I attended a panel discussion at the Barbican entitled Honouring Intentions: The Director and Beckett. I love Beckett but he is definitely one of those playwrights I need a little help to understand. I hoped that the discussion would help shed new light on the staging of Beckett’s work, including the tension between his restrictive stage directions and the directorial desire to change and explore new things.
The panel included Dr Derval Tubridy (Goldsmiths, University of London) as well as the directors Sarah-Jane Scaife (Company SJ), Walter Asmus, and Gavin Quinn (Pan Pan Theatre). I was particularly interested in what Walter Asmus had to say. In slow, considered speech he recounted how he first met Beckett at 10 am on the 27th of December 1974, worked with him in (then) West Berlin, and assisted him in the direction of Waiting for Godot. He talked of how Beckett was very specific with respect to the staging of his work, directing his texts like a conductor and doing the blocking himself, walking around the stage counting his steps. I could have listened to his anecdotes all day; he was fascinating, alluding to how he and Beckett “put up with” each other.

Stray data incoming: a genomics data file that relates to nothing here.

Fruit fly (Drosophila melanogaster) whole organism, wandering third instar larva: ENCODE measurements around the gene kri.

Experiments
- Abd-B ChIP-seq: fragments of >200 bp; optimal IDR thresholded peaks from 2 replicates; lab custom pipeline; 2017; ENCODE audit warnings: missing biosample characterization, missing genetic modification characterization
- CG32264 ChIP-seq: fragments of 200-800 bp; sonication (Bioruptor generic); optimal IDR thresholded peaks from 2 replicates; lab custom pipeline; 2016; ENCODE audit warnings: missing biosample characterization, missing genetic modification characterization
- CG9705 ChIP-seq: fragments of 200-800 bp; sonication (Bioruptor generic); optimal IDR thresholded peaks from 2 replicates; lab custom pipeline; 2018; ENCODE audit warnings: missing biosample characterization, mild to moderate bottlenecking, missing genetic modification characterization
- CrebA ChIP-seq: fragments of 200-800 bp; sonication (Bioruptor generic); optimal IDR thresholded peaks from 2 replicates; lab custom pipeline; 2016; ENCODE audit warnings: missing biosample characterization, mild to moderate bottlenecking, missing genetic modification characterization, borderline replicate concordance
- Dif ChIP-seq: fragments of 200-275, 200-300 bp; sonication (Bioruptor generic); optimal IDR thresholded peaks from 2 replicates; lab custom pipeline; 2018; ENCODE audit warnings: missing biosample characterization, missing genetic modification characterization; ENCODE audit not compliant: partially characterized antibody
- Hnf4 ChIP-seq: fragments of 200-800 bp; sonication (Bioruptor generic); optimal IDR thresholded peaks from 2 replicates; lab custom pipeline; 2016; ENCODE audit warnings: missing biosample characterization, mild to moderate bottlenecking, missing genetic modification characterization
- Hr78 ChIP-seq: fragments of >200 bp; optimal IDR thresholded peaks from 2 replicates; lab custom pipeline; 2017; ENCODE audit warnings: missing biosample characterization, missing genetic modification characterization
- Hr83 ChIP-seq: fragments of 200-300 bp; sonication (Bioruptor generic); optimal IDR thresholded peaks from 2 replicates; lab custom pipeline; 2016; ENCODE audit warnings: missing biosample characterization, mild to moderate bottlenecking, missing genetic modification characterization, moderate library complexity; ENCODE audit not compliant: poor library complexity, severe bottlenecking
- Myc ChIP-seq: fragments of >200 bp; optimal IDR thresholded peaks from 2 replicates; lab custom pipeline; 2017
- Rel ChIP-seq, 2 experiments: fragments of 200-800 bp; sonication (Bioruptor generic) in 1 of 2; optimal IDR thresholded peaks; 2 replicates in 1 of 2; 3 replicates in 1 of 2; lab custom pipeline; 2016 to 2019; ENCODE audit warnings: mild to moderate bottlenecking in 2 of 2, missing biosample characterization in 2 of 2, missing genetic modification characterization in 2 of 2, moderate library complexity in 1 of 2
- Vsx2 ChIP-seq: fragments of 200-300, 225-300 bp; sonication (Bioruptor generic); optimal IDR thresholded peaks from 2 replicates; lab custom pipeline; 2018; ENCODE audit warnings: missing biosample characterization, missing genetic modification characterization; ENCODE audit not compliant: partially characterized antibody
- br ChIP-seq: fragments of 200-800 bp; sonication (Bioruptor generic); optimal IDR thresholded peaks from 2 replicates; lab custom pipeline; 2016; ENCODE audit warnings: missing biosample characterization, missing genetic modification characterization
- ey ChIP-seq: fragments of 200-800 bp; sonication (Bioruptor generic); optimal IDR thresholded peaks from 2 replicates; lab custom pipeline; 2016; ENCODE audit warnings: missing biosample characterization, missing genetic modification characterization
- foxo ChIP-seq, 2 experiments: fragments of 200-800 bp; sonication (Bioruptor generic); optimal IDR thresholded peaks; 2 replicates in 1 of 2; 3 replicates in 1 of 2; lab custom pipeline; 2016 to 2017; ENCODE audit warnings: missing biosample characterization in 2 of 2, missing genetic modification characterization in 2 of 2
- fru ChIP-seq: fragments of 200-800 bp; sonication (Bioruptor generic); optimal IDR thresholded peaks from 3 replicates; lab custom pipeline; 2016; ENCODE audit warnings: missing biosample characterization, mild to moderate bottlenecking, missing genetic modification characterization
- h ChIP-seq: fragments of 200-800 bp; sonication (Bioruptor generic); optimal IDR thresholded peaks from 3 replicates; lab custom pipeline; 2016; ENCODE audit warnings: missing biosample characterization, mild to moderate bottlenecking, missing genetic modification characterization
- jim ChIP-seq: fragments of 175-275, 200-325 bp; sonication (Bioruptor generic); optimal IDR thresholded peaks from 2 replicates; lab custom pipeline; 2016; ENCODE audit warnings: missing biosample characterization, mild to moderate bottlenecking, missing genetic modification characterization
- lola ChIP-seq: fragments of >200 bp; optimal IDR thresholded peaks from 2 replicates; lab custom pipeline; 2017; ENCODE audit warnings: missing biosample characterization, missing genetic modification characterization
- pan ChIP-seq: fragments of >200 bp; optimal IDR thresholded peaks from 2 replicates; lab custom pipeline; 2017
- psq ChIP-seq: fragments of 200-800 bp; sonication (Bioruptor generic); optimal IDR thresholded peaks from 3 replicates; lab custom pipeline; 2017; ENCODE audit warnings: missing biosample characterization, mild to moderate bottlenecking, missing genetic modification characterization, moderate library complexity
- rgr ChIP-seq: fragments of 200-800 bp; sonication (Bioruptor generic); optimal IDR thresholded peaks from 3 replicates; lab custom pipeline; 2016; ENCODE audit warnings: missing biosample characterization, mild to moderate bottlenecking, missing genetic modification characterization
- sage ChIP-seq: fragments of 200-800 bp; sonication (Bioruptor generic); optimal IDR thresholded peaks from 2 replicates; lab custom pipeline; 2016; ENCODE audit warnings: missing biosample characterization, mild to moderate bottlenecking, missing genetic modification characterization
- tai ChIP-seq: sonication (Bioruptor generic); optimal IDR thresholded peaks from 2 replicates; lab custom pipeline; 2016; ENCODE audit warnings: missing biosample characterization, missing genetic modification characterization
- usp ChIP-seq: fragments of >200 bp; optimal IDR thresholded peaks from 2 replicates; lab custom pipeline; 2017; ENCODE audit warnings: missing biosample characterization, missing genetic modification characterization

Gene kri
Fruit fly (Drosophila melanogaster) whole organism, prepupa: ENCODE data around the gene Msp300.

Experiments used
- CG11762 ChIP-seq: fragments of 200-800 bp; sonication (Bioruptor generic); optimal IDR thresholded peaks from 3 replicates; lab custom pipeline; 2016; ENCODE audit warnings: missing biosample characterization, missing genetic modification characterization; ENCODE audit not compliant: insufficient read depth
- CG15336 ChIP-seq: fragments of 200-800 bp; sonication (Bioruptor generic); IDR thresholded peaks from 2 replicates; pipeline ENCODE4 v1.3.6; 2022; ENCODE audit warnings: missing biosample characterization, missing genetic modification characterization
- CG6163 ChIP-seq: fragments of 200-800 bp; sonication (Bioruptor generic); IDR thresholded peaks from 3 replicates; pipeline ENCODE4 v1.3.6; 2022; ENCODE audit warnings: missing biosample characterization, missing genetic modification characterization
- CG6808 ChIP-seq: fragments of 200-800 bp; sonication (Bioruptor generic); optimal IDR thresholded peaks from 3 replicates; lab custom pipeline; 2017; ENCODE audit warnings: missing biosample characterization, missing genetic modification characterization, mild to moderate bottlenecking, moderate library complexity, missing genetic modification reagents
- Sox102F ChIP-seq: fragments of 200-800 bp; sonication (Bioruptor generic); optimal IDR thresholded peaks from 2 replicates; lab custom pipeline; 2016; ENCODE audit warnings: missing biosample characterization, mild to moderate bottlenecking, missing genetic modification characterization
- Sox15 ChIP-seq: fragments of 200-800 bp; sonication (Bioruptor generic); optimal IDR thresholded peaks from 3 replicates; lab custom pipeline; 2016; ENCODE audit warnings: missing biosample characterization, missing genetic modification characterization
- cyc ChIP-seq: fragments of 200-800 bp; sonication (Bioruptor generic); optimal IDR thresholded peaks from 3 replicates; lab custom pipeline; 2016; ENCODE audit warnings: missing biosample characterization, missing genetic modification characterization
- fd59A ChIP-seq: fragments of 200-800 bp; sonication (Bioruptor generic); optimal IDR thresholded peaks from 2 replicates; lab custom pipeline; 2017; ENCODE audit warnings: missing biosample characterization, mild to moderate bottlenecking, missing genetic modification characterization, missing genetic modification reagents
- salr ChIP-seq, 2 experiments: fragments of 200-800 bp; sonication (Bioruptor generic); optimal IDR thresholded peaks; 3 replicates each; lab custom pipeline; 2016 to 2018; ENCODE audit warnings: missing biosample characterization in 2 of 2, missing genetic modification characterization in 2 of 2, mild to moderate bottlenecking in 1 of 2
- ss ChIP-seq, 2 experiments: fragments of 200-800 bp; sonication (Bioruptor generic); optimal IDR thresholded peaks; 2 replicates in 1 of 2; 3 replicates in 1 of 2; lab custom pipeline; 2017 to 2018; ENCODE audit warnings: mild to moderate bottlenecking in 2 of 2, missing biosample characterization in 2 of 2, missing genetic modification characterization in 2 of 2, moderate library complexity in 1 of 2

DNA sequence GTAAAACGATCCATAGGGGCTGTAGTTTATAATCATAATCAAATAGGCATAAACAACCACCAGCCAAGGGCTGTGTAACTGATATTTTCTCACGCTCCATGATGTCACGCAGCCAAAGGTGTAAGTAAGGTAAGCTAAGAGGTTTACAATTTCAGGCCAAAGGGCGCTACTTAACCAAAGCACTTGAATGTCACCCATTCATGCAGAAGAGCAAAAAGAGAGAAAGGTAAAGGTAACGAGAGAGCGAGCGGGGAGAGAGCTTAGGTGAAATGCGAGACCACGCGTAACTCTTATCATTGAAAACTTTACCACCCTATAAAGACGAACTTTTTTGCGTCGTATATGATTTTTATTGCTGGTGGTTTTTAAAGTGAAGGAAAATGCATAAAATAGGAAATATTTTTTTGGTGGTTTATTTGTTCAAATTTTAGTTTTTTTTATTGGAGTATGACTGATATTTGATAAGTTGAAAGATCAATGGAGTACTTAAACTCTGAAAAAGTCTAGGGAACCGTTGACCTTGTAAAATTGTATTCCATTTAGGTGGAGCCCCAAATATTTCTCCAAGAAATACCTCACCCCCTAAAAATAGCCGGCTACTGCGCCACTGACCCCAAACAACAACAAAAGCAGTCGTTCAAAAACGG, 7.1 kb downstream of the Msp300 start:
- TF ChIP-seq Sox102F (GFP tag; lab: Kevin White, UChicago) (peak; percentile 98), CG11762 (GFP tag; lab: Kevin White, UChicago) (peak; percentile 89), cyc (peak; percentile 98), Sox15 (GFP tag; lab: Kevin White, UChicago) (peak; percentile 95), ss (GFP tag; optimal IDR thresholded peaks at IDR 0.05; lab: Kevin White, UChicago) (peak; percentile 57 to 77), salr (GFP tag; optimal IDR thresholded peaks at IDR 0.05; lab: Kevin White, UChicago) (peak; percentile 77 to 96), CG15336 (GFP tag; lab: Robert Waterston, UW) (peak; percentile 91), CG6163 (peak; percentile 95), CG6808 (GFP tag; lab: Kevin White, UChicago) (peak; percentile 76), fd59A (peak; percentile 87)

Sarah-Jane Scaife was also fascinating as she spoke of how her work, which has taken her all over the world, has shown how it is important to take into account the space where the work is being performed. For instance, she found that Beckett seemed to work particularly well in Georgia; less so in Mongolia. Gavin Quinn spoke about the role of mathematics in the plays, and the importance of timing.
The questions at the end brought up some interesting points, including Beckett’s influence on future playwrights like Enda Walsh, and modern theatre practices like the monologue. Overall I found the discussion fascinating and I feel it helped me develop a greater understanding of Beckett and his work.